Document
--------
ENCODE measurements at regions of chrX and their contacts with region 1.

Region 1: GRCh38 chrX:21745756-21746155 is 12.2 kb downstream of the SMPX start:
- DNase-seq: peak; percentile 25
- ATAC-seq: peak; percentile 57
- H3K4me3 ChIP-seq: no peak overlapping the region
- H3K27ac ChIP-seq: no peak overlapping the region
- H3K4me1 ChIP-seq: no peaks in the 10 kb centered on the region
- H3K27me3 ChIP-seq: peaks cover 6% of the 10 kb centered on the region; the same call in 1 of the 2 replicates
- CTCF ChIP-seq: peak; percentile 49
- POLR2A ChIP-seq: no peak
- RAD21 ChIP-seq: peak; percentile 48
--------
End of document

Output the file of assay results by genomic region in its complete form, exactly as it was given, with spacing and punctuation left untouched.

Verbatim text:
ENCODE measurements at regions of chrX and their contacts with region 1.

Region 1: GRCh38 chrX:21745756-21746155 is 12.2 kb downstream of the SMPX start:
- DNase-seq: peak; percentile 25
- ATAC-seq: peak; percentile 57
- H3K4me3 ChIP-seq: no peak overlapping the region
- H3K27ac ChIP-seq: no peak overlapping the region
- H3K4me1 ChIP-seq: no peaks in the 10 kb centered on the region
- H3K27me3 ChIP-seq: peaks cover 6% of the 10 kb centered on the region; the same call in 1 of the 2 replicates
- CTCF ChIP-seq: peak; percentile 49
- POLR2A ChIP-seq: no peak
- RAD21 ChIP-seq: peak; percentile 48